On Feb.13, 2020, he requested a warrant under the pretense that he had received a tip from an informant that Moore had been dealing heroin and meth, the complaint says. Partyka used that a warrant to initiate a raid of Moore’s home where two pounds of meth and a firearm were reportedly discovered.
“We think that the confidential informant, in this case, may not have existed,” said Tanya Bishop, one of Moore’s public defenders, in an interview at the time.
Partyka further claimed that he had found two clear baggies with a white substance in an unmarked trash bin at Moore’s duplex that later tested positive for meth, the lawsuit says. He also alleged that he found a document, a one-gallon resealable bag with white powder and smaller bags in the same bin on another dump dive.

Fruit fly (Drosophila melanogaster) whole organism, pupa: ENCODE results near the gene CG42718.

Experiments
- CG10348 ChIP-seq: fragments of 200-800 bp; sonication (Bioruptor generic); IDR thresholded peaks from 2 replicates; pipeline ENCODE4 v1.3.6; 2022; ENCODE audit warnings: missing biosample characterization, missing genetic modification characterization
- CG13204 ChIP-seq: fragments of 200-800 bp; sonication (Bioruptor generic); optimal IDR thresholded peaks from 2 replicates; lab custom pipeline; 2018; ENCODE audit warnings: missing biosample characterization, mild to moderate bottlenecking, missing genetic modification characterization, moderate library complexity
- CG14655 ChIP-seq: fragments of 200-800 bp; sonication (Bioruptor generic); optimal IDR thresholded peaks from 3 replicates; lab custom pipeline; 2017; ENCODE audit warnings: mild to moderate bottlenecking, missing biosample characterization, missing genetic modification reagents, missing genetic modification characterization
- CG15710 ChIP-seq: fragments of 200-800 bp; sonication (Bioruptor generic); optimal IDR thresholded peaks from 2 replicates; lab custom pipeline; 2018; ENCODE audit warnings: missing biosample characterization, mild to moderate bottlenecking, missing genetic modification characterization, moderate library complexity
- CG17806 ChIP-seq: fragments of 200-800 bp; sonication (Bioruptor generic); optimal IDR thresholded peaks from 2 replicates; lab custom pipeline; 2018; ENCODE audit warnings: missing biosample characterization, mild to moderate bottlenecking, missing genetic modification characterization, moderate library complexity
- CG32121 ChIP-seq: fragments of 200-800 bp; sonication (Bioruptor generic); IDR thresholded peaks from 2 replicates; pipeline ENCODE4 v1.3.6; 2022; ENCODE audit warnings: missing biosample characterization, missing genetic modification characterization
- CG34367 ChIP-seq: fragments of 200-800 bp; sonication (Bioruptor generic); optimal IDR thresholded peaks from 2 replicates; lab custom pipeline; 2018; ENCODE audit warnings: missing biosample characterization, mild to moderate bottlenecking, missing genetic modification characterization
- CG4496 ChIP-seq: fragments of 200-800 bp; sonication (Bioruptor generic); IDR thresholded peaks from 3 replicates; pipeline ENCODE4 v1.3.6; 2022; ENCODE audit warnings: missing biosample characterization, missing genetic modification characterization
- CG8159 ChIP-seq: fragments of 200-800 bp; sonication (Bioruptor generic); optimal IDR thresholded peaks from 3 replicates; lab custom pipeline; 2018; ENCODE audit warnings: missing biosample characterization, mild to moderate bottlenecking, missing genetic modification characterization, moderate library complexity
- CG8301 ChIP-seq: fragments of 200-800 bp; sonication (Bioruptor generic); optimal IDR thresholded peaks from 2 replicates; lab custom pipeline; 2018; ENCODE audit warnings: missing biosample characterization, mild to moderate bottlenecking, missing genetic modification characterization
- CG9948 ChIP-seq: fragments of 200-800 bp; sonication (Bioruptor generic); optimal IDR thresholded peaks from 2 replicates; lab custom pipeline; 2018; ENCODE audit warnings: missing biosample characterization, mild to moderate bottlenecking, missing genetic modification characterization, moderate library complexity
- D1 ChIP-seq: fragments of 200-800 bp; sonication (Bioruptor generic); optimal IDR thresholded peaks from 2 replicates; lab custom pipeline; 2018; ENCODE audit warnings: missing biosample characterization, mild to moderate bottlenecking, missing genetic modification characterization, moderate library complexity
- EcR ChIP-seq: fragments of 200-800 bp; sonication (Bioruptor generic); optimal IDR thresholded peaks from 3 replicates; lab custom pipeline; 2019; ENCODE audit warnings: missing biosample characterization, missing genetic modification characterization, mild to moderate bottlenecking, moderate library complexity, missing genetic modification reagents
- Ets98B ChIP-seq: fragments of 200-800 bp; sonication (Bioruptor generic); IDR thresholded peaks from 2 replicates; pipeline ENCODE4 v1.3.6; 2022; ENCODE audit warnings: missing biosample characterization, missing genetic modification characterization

The paper Partyka allegedly found could also be printed from the jail roster through a “simple internet search,” the lawsuit contends.
Partyka’s case against Moore resulted in him being incarcerated for seven months because he was financially incapable of paying bail. However, the officer admitted during Moore’s suppression hearing that there was no white powder in the baggies during his second trash dig. He also could not provide the judge with a file on the alleged informant.
“Probably not coincidentally, the height and weight description allegedly provided by the ‘informant’ exactly matched the information on Moore’s driver’s license, which Partyka had access to as a result of his arrest of Moore three months before,” according to the lawsuit.
Hennepin County Judge Paul Scoggin said Partyka’s claims about the second discovery in the garbage were “made in reckless disregard for the truth,” and he did not have probable cause to do the search from the start.
Partyka’s decision to include the false allegations in his warrant application was “a material misrepresentation and, at a minimum, a reckless disregard for the truth,” Scoggin wrote.
The Star Tribune reports that Partyka has three open complaint and six filed against him that have been closed since 2019. He is also under an internal affairs investigation, however, the records are sealed away from the public, under law.